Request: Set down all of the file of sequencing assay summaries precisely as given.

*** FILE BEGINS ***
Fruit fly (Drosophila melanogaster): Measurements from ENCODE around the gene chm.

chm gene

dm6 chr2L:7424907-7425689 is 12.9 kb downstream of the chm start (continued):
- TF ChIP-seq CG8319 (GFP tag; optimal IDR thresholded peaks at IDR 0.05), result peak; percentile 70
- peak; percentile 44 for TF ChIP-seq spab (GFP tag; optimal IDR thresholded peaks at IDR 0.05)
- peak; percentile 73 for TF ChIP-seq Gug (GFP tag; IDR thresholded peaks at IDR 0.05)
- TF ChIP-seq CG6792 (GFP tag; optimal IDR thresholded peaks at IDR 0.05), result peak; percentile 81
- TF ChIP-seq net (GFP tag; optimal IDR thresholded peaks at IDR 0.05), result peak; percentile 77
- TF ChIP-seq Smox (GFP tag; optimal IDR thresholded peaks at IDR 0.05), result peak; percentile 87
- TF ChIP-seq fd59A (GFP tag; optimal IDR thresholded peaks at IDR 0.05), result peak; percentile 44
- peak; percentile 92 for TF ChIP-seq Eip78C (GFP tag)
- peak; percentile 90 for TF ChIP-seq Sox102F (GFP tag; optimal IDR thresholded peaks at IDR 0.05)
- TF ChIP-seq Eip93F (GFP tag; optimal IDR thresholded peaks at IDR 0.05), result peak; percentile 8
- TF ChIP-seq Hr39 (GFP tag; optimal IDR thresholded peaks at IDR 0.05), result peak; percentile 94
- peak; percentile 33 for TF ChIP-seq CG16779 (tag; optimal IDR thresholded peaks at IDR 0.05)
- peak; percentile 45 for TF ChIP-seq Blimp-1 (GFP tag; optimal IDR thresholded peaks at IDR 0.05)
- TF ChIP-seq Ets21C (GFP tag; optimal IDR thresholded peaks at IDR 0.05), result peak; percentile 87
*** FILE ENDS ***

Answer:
Fruit fly (Drosophila melanogaster): Measurements from ENCODE around the gene chm.

chm gene

dm6 chr2L:7424907-7425689 is 12.9 kb downstream of the chm start (continued):
- TF ChIP-seq CG8319 (GFP tag; optimal IDR thresholded peaks at IDR 0.05), result peak; percentile 70
- peak; percentile 44 for TF ChIP-seq spab (GFP tag; optimal IDR thresholded peaks at IDR 0.05)
- peak; percentile 73 for TF ChIP-seq Gug (GFP tag; IDR thresholded peaks at IDR 0.05)
- TF ChIP-seq CG6792 (GFP tag; optimal IDR thresholded peaks at IDR 0.05), result peak; percentile 81
- TF ChIP-seq net (GFP tag; optimal IDR thresholded peaks at IDR 0.05), result peak; percentile 77
- TF ChIP-seq Smox (GFP tag; optimal IDR thresholded peaks at IDR 0.05), result peak; percentile 87
- TF ChIP-seq fd59A (GFP tag; optimal IDR thresholded peaks at IDR 0.05), result peak; percentile 44
- peak; percentile 92 for TF ChIP-seq Eip78C (GFP tag)
- peak; percentile 90 for TF ChIP-seq Sox102F (GFP tag; optimal IDR thresholded peaks at IDR 0.05)
- TF ChIP-seq Eip93F (GFP tag; optimal IDR thresholded peaks at IDR 0.05), result peak; percentile 8
- TF ChIP-seq Hr39 (GFP tag; optimal IDR thresholded peaks at IDR 0.05), result peak; percentile 94
- peak; percentile 33 for TF ChIP-seq CG16779 (tag; optimal IDR thresholded peaks at IDR 0.05)
- peak; percentile 45 for TF ChIP-seq Blimp-1 (GFP tag; optimal IDR thresholded peaks at IDR 0.05)
- TF ChIP-seq Ets21C (GFP tag; optimal IDR thresholded peaks at IDR 0.05), result peak; percentile 87